This is a challenging hike, but the summit of the Diamond Head Trail Summit rewards you with a sweeping view of Honolulu and Waikiki Bay.
"The Big Island"
Tucked away in a remote corner of the Big Island, this hike will have you reminiscing of the old Jurassic Park movies or the hit TV series Lost as you embark on an adventure through the lush, tropical jungle.
You’ll start with the exceptional views at the Waipio Valley tourist lookout, before your descent into the valley itself. The main trail takes you across large boulders, and wading through natural streams and cold, fresh water ponds, all in the heart of the gorgeous Waipio Valley, aptly nicknamed ‘Valley of the Kings’.
You’ll understand the royal connotations of this area of the island when you arrive at the foot of the Hi’ilawe Falls, which stand at a total impressive height of 1,450 feet, flowing down a sheer, mossy wall that towers above you. Don’t forget your camera!
"The Valley Isle"
Haleakalā National Park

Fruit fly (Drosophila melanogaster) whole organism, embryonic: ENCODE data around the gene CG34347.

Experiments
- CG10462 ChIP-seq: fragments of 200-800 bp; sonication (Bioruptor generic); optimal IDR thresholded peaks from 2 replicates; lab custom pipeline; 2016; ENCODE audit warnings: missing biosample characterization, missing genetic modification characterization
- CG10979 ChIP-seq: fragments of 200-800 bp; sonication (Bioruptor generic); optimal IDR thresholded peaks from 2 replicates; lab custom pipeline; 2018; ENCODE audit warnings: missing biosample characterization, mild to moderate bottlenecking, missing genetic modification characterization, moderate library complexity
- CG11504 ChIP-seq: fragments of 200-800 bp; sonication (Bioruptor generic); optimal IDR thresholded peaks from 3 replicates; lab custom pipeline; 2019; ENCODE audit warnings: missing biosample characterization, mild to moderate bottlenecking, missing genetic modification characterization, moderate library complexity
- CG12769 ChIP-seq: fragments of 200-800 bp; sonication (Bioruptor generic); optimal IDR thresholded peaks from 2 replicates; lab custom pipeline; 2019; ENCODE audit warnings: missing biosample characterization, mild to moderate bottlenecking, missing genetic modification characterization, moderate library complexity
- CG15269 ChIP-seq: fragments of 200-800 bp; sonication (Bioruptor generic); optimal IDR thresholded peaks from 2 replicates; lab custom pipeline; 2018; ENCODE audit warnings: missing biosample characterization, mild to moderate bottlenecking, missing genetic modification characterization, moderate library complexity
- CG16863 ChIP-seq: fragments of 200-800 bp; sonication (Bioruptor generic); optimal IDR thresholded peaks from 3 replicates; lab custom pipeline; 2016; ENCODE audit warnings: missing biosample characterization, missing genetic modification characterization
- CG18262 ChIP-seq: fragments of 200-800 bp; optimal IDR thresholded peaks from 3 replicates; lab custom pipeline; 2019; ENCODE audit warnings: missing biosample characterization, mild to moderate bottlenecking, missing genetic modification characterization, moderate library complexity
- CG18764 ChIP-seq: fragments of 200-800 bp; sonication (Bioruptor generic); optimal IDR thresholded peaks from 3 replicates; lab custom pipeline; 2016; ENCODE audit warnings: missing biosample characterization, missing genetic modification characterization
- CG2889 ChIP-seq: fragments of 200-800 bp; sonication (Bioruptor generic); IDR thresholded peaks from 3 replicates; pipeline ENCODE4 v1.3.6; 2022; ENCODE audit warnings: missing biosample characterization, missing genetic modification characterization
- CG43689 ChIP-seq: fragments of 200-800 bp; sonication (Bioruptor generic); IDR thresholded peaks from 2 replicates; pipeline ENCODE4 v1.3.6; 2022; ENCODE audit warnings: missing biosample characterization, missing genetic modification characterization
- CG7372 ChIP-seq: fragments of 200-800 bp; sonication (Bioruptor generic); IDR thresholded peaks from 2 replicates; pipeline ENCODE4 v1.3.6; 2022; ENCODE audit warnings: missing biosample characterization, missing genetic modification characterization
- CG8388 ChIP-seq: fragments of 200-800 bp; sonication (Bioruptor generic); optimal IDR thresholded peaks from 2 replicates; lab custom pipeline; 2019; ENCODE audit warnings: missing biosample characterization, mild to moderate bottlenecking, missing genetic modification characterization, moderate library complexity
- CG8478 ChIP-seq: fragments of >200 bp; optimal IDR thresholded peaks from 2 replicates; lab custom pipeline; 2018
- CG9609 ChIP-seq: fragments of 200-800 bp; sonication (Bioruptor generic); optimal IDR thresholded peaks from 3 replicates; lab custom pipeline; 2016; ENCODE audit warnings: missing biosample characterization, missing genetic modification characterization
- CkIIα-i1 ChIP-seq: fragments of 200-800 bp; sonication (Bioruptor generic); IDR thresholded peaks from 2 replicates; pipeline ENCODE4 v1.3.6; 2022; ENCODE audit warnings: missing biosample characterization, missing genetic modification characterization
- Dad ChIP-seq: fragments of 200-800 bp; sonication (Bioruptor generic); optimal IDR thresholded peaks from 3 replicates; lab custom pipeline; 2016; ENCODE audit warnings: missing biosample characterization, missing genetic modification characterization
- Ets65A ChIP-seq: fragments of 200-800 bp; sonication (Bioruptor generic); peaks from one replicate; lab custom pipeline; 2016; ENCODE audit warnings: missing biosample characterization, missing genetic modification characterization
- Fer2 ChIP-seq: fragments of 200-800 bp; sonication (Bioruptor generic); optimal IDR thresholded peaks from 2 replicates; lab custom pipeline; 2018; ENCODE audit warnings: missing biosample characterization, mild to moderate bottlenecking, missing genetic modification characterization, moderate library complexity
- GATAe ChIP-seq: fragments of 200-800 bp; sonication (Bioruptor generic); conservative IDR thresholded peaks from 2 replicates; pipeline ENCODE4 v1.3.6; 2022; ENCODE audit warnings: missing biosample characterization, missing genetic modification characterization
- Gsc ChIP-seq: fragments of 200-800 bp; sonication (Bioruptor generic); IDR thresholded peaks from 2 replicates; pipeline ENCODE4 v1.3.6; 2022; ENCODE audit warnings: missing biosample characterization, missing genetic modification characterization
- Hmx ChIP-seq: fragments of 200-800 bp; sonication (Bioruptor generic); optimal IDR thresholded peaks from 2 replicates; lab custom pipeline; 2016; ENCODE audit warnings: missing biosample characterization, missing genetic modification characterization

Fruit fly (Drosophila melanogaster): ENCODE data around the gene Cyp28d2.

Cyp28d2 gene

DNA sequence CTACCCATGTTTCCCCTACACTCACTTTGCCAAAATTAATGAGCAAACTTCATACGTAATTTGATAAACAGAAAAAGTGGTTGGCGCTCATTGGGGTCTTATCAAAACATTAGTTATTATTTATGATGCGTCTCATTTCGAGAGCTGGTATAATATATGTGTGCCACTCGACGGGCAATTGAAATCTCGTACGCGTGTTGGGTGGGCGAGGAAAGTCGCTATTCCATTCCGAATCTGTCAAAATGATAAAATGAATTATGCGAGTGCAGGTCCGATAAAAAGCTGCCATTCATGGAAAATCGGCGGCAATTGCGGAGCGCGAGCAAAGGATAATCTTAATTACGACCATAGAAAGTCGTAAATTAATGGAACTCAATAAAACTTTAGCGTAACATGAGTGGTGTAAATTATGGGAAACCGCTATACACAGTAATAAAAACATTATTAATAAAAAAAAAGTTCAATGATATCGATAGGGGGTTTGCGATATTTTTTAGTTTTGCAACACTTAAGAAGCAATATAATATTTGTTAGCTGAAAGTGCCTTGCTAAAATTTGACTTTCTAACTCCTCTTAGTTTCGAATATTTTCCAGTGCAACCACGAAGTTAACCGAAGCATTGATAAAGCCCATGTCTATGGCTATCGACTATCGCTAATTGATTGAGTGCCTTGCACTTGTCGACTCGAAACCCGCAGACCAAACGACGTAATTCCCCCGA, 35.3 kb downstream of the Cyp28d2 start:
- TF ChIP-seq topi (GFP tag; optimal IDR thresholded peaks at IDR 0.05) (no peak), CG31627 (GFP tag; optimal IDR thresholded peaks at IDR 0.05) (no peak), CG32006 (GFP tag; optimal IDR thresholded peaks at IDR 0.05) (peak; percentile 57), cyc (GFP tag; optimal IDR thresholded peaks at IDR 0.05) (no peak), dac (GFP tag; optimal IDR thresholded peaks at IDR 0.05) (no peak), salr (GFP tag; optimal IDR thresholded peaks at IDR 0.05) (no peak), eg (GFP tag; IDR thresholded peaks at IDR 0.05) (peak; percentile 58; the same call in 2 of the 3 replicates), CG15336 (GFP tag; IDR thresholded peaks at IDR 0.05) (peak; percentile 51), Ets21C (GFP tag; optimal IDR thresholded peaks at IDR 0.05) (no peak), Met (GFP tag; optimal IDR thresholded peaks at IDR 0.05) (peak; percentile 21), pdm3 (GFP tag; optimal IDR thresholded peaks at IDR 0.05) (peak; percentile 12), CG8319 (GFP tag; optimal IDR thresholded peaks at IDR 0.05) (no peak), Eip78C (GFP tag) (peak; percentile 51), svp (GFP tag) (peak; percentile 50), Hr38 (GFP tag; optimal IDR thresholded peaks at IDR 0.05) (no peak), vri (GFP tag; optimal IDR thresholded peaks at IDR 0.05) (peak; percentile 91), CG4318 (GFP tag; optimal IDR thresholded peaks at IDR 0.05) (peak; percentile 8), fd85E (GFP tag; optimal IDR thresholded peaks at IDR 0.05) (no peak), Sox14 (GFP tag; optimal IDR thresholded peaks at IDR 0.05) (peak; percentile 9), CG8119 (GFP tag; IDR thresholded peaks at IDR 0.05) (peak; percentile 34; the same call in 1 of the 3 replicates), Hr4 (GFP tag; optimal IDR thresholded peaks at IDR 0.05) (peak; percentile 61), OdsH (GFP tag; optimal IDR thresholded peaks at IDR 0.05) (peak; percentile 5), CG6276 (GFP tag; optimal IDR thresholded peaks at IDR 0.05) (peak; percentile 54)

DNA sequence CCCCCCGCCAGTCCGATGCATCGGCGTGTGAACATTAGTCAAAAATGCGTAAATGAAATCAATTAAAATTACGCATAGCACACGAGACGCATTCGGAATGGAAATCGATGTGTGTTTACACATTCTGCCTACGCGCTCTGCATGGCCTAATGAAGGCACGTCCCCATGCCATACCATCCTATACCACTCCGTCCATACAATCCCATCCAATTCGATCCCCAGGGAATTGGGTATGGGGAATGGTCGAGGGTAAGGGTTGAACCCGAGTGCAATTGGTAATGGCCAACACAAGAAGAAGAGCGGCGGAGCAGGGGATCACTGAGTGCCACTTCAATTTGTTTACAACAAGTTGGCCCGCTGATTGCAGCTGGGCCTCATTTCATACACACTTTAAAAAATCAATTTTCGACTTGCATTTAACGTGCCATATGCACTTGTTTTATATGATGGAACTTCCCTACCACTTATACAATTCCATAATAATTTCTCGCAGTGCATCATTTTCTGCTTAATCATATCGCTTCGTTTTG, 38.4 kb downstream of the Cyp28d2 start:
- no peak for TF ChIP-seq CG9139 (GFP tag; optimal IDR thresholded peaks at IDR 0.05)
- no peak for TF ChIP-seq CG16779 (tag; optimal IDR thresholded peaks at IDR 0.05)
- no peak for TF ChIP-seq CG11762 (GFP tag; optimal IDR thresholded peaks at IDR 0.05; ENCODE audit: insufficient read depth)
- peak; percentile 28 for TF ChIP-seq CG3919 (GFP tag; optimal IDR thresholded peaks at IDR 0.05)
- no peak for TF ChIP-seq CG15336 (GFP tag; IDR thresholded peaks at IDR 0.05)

The burnt-orange and red hues of this enormous, rugged National Park will make you feel like you’re setting foot onto another planet; and with over 30 miles of hiking trails, there is plenty to explore here!
It’s impossible to conquer all of these beautiful trails in a short space of time, but we do recommend taking a drive around the park, because it really is magnificent. A trip to Maui, however, would not be complete without a visit to the Haleakalā summit.
We suggest timing your hike so that you can reach the summit to watch either the sunrise or sunset, for an unforgettable view. The National Park is super driveable, so you’ll make most of the journey in a car, parking at the Haleakalā Visitors Center, and then hiking up a little further from there to get to the summit.
Once you’ve reached the top, make yourself comfortable, and wait for the sunrise (or sunset) to flood over the cloud layer below you. You’ll never see anything else like it!
"The Friendly Isle"
The Halawa Valley
Immerse yourself in the rich culture of Hawaii as you enter Molokai’s Halawa Valley on a guided tour with Anakala Pilipo Solatario.
This three-mile hike will begin with a traditional Hawaiian ritual before you set off on your journey, which will take you on a trail through the valley, led by a guide who was born and raised here. Along the way, you’ll learn about various cultural landmarks and rock features, rain shrines, taro terraces, and local species.